Is the Soul in the Brain?
Inspired by Michael Trimble’s book “The Soul in the Brain: The Cerebral Basis of Language” and many other theorists, Edwin Evans-Thirlwell took a great task in publishing, “Humanity’s Long Search for the Soul in the Brain in the “Jacked In” series. This is a good read that piled in the history of ideas, inspirations and controversies about both medical science and spiritualism. Without further remarks, lets dive in to it.
The greatest endeavor of humanity, the number one question, “Where does our consciousness lie?” Thus, the location of the soul within ourselves. About this Western neuroscience Thirlwell noted, “[This] may seem a dry topic to an outsider, a litany of impenetrable Latinisms and anatomical diagrams.” But the insight of these studies always had attracted many scholar various sorts. To him Sylvia McLain, Biochemistry Lecturer at the University of Oxford said, “There is no hypothesis in that question, nothing that you can test—it is much too broad and not ‘scientific’ as such.”
McLain also added, “Asking broad philosophical questions like ‘what is a soul?’ can eventually lead to scientific investigation. Many of the early naturalists studied plants, animals, and the Earth to understand ‘God’s plan’ or ‘God’s creation.’” But that was when the body was considered “a sort of psychic refinery, pumping alchemized fluids through the body at the behest of the soul”, rather than “a biological computer matrix, made up of hundreds of billions of ‘electrically excitable’ neuron cells”.
Thirlwell talks about, when diagrams of spirits were published, it was paralleled with the church-sanctioned idea of a monarch. In 1567, Greek physician Galen of Pergamon scoured up such knowledge into medical practice from the theories of a French scientist Jean Fernel. Fernel declared, the body was suffused with three Spirits: ‘Natural Spirits’ that arose from the liver and delivered to ‘Vital Spirits’ at heart, or the furnace to be transformed, and then distilled into ‘Animal Spirits’ by the brain.
But in a letter from 1640, French philosopher René Descartes scratches his mind to find a singular point, “I cannot find any part of the brain, except this [Pineal Gland], which is not double. Since we see only one thing with two eyes, and hear only one voice with two ears, and in short have never more than one thought at a time, it must necessarily be the case that the impressions which enter by the two eyes or by the two ears, and so on, unite with each other in some part of the body before being considered by the soul.” Again, controversies rose saying, something that is present in the brains of any other animals, could not be the vessel of the immortal human soul.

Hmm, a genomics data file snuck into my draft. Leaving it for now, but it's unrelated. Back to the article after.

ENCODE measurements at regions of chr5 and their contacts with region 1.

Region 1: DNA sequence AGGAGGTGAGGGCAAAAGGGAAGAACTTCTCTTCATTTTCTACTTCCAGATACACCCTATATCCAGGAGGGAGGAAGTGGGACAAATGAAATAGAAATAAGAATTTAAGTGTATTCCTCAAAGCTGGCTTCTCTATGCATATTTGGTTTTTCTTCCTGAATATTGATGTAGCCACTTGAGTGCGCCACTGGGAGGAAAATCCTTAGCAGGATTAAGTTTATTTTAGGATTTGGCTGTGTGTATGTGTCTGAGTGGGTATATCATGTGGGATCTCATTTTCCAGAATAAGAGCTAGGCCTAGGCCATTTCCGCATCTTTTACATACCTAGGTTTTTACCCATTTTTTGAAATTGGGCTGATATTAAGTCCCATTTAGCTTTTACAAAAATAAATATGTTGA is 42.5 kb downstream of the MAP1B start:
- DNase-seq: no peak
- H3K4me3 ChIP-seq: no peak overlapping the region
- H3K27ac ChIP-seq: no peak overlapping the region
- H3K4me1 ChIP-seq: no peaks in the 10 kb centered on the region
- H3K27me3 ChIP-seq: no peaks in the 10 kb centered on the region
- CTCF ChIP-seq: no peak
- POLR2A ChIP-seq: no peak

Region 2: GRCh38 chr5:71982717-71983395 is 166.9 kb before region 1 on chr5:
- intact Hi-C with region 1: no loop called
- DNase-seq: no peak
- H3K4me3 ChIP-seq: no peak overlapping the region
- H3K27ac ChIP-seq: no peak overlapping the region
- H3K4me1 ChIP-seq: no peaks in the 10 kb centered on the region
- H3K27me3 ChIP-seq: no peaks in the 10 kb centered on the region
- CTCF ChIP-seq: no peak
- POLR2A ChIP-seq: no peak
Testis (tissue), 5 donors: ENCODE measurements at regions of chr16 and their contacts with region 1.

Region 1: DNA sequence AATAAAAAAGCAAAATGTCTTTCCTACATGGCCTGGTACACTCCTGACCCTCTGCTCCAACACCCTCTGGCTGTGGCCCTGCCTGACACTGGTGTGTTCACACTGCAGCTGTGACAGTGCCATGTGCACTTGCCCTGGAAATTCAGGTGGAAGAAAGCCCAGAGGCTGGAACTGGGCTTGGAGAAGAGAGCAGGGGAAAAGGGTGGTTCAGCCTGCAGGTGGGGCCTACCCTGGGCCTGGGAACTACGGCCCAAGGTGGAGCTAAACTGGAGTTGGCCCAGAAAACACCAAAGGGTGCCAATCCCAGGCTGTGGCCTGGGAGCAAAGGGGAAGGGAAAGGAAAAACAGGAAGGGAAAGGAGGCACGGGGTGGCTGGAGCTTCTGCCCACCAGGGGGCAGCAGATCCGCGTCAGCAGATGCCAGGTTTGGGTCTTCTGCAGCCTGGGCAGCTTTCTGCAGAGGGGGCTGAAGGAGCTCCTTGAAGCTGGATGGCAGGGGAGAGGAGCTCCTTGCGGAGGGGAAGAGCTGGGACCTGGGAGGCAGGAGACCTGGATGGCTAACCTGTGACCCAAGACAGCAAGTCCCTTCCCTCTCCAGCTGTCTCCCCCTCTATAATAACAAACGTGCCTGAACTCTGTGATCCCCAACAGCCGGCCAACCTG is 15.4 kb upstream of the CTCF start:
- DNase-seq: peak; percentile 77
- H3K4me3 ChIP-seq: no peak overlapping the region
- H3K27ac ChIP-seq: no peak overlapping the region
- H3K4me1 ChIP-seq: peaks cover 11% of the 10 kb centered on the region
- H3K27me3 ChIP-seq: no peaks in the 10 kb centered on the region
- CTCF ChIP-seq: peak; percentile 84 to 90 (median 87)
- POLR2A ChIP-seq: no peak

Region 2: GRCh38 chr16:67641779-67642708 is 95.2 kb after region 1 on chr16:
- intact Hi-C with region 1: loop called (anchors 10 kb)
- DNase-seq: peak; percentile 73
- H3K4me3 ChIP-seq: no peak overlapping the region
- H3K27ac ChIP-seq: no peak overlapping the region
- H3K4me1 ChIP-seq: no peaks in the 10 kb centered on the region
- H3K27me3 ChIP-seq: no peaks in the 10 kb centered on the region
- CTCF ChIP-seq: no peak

Again 1713, the Italian anatomist Giovanni Maria Lancisi poetized the Corpus Callosum in this book ‘Dissertatio Physiognomica’. But it could be sectioned like many other parts of the brain, including the Cerebral Cortex, without causing the patient to lose consciousness. Ultimately, Marco Catani and Stefano Sandrone’s book ‘Brain Renaissance’ made the 18th century scientists abandon the notion of a ‘specific site’. Till now, mind is considered to be a product of distributed networking. Though, still some neuroscientists believe particular brain hub unifies the mechanisms that give rise to conscious thought.
Neuroscientist Joseph Bogen one of such enthusiasts worked on finding it till death, in 2005. Only thing he could mention about his study on the Intralaminar Nuclei of the Thalamus, “Trying to look at consciousness may be like looking at the wind. We see only the effects of the wind.” Again, Mohamad Koubeissi at the George Washington University in Washington DC published his study centering the Claustrum, in 2014.
Seems like everyone failed to find a ground-zero despite of their centering subject of the brain. Most modern advanced imaging technology and the researchers Stanford University School of Medicine concluded in their latest studies, “[Brain’s] trillions of synaptic connections vastly outnumber the stars in our galaxy.” After all, the brain still remains the mostly-misunderstood organ of daunting complexity.
Thirlwell lastly wrote, “Unravelling the origins of conscious thought may seem a fool’s errand, but this is unlikely to deter future generations of scholars.”